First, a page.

Then Exultation waked the patriot fire

And swept with wild hand the Tyrtæan lyre:
Red from the Tyrant's wound I shook the lance,
And strode in joy the reeking plains of France!

Fallen is the oppressor, friendless, ghastly, low,
And my heart aches, though Mercy struck the blow.
With wearied thought once more I seek the shade,
Where peaceful Virtue weaves the myrtle braid.
And O! if Eyes whose holy glances roll,
Swift messengers, and eloquent of soul;

Lee Boo, the son of Abba Thule, Prince of the Pelew Islands, came over to England with Captain Wilson, died of the small-pox, and is buried in Greenwich church-yard. See Keate's Account.

t Southey's Retrospect.

If Smiles more winning, and a gentler Mien
Than the love-wildered Maniac's brain hath seen
Shaping celestial forms in vacant air,
If these demand the impassioned Poet's care-
If Mirth and softened Sense and Wit refined,
The blameless features of a lovely mind;
Then haply shall my trembling hand assign
No fading wreath to Beauty's saintly shrine.
Nor, Sara! thou these early flowers refuse-
Ne'er lurked the snake beneath their simple hues;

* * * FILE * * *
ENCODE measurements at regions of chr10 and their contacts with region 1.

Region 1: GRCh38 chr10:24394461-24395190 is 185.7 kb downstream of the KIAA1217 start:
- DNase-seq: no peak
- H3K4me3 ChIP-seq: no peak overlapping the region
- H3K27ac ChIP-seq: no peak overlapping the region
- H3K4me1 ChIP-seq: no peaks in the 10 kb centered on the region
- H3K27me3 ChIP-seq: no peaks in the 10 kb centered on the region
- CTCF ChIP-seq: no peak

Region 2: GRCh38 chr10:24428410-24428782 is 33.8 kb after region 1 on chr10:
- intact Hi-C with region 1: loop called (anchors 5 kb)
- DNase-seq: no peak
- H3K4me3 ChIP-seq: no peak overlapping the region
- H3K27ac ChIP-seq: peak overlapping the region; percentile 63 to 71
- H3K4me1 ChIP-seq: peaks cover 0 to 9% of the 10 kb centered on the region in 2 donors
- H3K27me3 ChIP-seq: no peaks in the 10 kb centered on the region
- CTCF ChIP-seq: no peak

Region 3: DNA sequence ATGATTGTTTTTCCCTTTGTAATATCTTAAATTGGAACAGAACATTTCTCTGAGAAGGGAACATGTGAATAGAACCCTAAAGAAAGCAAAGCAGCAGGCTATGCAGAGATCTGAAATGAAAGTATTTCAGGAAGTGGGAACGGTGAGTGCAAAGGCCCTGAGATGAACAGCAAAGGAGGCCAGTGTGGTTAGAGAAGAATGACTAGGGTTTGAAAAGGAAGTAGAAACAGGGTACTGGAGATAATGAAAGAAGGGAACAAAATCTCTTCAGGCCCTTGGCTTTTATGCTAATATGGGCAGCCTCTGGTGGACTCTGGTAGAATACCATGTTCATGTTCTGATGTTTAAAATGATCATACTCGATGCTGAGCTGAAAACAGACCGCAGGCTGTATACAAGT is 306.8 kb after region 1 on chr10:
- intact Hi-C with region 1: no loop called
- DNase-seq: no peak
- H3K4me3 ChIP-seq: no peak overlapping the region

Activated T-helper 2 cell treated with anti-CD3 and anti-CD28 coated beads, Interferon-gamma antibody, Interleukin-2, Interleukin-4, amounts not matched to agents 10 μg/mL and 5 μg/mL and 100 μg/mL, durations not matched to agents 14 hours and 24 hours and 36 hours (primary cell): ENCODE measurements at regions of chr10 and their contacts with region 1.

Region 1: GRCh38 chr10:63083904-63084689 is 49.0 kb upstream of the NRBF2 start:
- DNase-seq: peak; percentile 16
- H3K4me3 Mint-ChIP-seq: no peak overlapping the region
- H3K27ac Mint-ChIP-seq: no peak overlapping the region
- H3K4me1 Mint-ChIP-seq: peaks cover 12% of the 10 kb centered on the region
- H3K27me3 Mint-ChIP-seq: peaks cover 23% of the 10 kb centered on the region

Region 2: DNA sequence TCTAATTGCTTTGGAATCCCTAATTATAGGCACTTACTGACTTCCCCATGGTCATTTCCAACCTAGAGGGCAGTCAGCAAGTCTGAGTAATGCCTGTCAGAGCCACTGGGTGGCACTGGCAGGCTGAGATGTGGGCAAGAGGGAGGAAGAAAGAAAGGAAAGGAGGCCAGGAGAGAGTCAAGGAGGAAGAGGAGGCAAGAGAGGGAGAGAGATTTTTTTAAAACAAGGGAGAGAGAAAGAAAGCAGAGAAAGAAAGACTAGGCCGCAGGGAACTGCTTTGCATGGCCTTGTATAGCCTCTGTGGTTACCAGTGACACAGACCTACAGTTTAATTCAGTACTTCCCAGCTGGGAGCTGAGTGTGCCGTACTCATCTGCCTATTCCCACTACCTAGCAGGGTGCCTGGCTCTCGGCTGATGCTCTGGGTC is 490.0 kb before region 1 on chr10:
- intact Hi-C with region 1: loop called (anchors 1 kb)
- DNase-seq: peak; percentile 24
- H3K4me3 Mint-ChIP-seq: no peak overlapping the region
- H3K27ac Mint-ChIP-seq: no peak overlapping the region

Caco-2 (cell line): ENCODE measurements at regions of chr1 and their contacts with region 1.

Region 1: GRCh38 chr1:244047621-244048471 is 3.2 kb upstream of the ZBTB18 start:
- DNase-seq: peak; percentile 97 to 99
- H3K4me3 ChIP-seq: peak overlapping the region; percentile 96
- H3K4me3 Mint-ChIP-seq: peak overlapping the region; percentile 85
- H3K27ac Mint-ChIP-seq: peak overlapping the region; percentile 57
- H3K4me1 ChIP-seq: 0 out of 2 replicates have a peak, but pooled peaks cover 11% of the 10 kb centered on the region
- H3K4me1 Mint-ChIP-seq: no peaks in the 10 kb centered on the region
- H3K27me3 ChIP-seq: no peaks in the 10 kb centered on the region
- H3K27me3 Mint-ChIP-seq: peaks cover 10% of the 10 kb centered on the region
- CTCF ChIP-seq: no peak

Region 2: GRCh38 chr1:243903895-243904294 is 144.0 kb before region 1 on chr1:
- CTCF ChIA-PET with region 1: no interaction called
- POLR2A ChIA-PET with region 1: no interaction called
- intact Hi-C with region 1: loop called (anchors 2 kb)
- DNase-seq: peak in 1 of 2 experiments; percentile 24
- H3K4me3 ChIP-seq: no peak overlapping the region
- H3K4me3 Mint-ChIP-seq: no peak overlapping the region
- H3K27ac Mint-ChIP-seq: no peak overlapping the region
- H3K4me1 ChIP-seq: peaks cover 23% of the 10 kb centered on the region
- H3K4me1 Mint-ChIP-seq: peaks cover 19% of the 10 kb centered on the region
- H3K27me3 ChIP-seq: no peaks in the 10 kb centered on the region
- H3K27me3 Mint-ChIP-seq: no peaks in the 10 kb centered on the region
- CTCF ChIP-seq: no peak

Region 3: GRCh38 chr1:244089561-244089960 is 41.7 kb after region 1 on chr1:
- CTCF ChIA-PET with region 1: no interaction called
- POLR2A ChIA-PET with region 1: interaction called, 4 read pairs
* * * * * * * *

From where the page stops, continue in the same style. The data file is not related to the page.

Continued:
No purple bloom the Child of Nature brings
From Flattery's night-shade: as he feels he sings.
September, 1792.


"Content, as random Fancies might inspire,
If his weak harp at times or lonely lyre
He struck with desultory hand, and drew
Some softened tones to Nature not untrue."


MY heart has thanked thee, Bowles! for those

soft strains

Whose sadness soothes me, like the murmuring
Of wild bees in the sunny showers of spring!
For hence not callous to the mourner's pains
Through Youth's gay prime and thornless paths I


And when the mightier throes of mind began,
And drove me forth, a thought-bewildered man,
Their mild and manliest melancholy lent
A mingled charm, such as the pang consigned
To slumber, though the big tear it renewed;

Bidding a strange mysterious Pleasure brood
Over the wavy and tumultuous mind,
As the great Spirit erst with plastic sweep
Moved on the darkness of the unformed deep.